Machinga District Council has bemoaned rampant deforestation in the district’s protected forest reserves, saying the plunder has the potential to accelerate climate change-related disasters.
The concern follows a report from the district’s forestry office which indicates that over 50 hectares of trees have been lost between 2022 and 2023 in its forest reserves due to rampant deforestation.
Speaking on Wednesday during a tree-planting exercise at Chinguni Primary School, Machinga district environmental officer Andrew Kaitano Hamuza urged local leaders to engage their subjects and facilitate behaviour change initiatives that will help to stop deforestation and land degradation.
A learner plants a tree
He said local leaders should use their powers to champion behaviour change among their communities and embrace initiatives to address the depletion of natural resources.
“Local leaders need to advise their communities against relying on forests as a source of income. This is why the district is always affected by floods,” said Hamuza.
Machinga District Council chairperson Cydrick Stande decried the shortage of security guards in forest reserves, suggesting the need for the council to deploy its own security guards in forest reserves.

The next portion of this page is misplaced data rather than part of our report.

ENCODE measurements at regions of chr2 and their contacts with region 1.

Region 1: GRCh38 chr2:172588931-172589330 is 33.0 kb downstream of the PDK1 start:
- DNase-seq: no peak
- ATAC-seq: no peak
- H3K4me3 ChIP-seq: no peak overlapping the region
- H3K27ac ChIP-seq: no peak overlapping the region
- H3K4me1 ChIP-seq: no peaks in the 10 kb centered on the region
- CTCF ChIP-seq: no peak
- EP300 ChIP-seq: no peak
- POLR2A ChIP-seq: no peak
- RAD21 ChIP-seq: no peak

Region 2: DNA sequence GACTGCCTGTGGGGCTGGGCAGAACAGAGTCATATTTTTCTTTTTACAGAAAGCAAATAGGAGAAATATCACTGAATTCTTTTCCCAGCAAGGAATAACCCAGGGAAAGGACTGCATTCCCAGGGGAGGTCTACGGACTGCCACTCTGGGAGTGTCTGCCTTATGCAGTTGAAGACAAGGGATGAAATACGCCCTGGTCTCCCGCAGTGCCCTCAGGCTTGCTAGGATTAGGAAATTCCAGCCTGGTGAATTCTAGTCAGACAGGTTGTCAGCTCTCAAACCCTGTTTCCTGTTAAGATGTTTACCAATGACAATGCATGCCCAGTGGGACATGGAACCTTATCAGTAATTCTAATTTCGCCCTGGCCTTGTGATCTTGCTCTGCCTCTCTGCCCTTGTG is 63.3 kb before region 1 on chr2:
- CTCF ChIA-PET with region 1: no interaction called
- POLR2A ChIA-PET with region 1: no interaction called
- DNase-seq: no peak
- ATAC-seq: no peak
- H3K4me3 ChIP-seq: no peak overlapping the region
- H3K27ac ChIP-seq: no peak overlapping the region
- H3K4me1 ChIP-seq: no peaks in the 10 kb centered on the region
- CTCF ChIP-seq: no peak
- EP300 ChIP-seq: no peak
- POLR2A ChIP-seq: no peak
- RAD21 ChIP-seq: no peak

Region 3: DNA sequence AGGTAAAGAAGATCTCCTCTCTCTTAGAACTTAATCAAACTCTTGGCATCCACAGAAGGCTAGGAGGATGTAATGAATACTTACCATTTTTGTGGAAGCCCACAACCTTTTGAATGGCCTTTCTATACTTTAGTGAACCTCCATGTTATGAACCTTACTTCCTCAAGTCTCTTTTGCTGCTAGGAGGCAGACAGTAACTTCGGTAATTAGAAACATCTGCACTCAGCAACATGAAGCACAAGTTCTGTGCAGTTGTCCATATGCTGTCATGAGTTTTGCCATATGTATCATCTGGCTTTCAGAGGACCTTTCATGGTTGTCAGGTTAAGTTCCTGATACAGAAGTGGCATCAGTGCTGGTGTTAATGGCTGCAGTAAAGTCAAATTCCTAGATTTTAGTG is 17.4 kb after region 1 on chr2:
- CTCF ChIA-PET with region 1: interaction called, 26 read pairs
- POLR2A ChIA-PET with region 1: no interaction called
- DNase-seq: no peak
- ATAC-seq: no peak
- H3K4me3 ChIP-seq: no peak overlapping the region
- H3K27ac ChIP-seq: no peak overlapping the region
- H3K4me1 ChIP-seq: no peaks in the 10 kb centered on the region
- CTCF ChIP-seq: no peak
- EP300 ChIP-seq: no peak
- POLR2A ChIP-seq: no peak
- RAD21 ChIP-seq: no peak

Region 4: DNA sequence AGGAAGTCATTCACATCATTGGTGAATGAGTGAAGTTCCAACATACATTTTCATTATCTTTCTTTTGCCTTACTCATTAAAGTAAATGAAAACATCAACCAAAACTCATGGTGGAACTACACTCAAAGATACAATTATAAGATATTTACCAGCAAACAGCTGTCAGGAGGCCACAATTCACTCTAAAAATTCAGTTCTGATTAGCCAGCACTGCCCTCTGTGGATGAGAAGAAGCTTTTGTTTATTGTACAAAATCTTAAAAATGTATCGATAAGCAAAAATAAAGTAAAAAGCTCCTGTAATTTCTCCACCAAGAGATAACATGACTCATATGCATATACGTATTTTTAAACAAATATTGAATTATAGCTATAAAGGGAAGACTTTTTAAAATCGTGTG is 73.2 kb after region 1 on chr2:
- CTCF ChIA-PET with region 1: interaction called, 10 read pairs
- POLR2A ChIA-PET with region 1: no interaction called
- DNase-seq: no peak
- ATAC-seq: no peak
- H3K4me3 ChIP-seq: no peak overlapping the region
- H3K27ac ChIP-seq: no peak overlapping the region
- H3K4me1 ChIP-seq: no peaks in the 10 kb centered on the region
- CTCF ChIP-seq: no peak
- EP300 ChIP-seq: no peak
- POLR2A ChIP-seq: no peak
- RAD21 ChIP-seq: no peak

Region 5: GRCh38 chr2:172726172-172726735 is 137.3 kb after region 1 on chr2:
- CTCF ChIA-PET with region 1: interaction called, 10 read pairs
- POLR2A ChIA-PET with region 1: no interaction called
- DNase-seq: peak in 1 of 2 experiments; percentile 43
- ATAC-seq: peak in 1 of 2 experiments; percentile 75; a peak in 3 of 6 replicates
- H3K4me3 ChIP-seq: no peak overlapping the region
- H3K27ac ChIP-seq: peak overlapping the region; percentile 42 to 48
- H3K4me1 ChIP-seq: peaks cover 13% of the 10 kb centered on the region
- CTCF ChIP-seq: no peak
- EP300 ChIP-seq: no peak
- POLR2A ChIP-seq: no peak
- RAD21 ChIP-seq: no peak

“Shortage of security guards has resulted in communities encroaching forestry reserves to produce charcoal. We want more security guards in protected forest reserves such as Chikala Hills, Molipa Hills and Liwonde Forest Reserve,” he said.
Traditional Authority Nkula pledged to deal with people encroaching protected forest reserves.
Meanwhile, Churches Action in Relief and Development field officer Clement Musipiwa suggested giving those in illegal forest activities opportunities to improve their livelihoods.
“We support at least 3 000 farmers from T/As Chamba and Mposa with incentives and knowledge in climate-smart agriculture to conserve the environment,” he said